One of ethnographer J. P. Harrington’s chief Chumash Indian consultants, Fernando Librado (Kitsepawit) provided details about people who interacted with the Lone Woman. He learned the Lone Woman’s Toki Toki song from Melquiades, a Chumash Indian who heard the Lone Woman sing the song in 1853. Librado also acquired a piece of sewn grass and two bone needles that had belonged to the Lone Woman.
DATE OF BIRTH: August 20, 1839
PLACE OF BIRTH: San Buenaventura, Alta California, Mexican Republic
DATE OF DEATH: June 19, 1915
PLACE OF BURIAL: Santa Barbara, California, USA
1900 US census, Santa Barbara County, California, population schedule, Santa Barbara, p. 131 stamped, 10A (penned), household 270, Fernando Librado, digital image, Ancestry.com. (: accessed December 30, 2015), citing Family History Library microfilm 1240110.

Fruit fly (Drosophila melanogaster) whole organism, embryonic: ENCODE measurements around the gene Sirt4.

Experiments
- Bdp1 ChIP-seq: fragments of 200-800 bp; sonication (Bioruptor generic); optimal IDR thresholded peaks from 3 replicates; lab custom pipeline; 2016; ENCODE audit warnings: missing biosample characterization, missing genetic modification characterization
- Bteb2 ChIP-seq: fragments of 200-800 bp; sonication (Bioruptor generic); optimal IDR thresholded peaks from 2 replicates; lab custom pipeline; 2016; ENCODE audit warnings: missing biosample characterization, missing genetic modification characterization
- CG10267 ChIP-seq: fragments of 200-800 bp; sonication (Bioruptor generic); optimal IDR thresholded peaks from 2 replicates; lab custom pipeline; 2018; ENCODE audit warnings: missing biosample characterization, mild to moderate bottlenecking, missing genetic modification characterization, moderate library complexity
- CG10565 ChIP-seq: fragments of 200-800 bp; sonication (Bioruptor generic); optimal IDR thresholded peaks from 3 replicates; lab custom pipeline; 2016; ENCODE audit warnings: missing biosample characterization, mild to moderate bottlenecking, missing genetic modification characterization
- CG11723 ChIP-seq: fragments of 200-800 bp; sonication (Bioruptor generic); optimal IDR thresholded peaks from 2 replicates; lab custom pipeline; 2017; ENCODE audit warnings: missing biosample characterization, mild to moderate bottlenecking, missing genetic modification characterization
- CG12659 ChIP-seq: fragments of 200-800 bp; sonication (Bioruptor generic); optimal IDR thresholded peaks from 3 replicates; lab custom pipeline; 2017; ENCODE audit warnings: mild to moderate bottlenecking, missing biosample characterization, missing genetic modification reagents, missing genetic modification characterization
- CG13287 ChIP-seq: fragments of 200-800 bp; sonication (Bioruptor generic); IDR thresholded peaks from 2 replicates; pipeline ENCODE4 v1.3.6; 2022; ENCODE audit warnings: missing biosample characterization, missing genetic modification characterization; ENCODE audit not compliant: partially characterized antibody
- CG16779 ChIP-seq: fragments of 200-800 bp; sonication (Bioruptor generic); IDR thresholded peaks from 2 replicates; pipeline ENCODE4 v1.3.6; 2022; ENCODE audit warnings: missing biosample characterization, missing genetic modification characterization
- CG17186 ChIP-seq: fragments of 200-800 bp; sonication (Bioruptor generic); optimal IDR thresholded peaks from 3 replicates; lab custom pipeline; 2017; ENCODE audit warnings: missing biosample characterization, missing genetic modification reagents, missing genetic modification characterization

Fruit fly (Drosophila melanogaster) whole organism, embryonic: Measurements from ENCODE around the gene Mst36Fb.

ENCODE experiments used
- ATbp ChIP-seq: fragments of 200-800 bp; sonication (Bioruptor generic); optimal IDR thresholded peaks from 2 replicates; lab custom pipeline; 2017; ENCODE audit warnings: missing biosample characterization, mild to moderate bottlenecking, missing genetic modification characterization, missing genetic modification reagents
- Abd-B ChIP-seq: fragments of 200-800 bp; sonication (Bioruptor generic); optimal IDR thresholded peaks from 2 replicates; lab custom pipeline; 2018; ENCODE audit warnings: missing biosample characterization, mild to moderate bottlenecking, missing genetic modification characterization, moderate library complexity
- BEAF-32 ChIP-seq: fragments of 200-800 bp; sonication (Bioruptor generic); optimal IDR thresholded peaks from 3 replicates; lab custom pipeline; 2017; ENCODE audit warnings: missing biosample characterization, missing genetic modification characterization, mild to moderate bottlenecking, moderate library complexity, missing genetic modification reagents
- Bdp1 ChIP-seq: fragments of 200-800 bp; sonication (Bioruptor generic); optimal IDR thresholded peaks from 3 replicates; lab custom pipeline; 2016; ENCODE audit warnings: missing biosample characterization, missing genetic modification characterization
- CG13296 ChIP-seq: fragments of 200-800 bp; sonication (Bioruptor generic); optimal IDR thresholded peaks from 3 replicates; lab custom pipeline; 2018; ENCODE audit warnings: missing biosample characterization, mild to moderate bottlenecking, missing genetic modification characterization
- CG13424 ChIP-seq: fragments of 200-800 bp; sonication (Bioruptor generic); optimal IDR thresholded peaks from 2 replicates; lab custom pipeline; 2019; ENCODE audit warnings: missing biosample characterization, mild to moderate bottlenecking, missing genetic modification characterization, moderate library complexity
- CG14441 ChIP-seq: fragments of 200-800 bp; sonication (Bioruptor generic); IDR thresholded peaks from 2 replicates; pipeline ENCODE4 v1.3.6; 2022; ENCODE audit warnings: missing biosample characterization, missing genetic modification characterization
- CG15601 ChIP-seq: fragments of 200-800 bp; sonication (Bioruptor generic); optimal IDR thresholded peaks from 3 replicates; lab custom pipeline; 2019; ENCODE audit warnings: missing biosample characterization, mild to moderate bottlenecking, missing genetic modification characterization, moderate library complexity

Blackburn, Thomas. December’s Child: A Book of Chumash Oral Narratives Collected by J. P. Harrington. Berkeley: University of California Press, 1975: 18.
Hudson, Travis. Breath of the Sun: Life in Early California as told by Chumash Indian, Fernando Librado to John P. Harrington. Banning: Malki Museum Press, 1980.
Hudson, Travis. “Recently Discovered Accounts Concerning the ‘Lone Woman’ of San Nicolas Island.” Journal of California and Great Basin Anthropology 3 (1981): 190–193.
Johnson, John. “The Trail to Fernando.” Journal of California and Great Basin Anthropology 4 (1982): 132–138.
Schwartz, Steven J., Susan L. Morris, John R. Johnson. The Lone Woman of San Nicolas Island: Her Story from Native American Sources. Presentation at the May 2018 meeting of the Santa Barbara County Archaeological Society, Santa Barbara, California.
Fernando Librado (Kitsepawit)
Last updated: November 16, 2018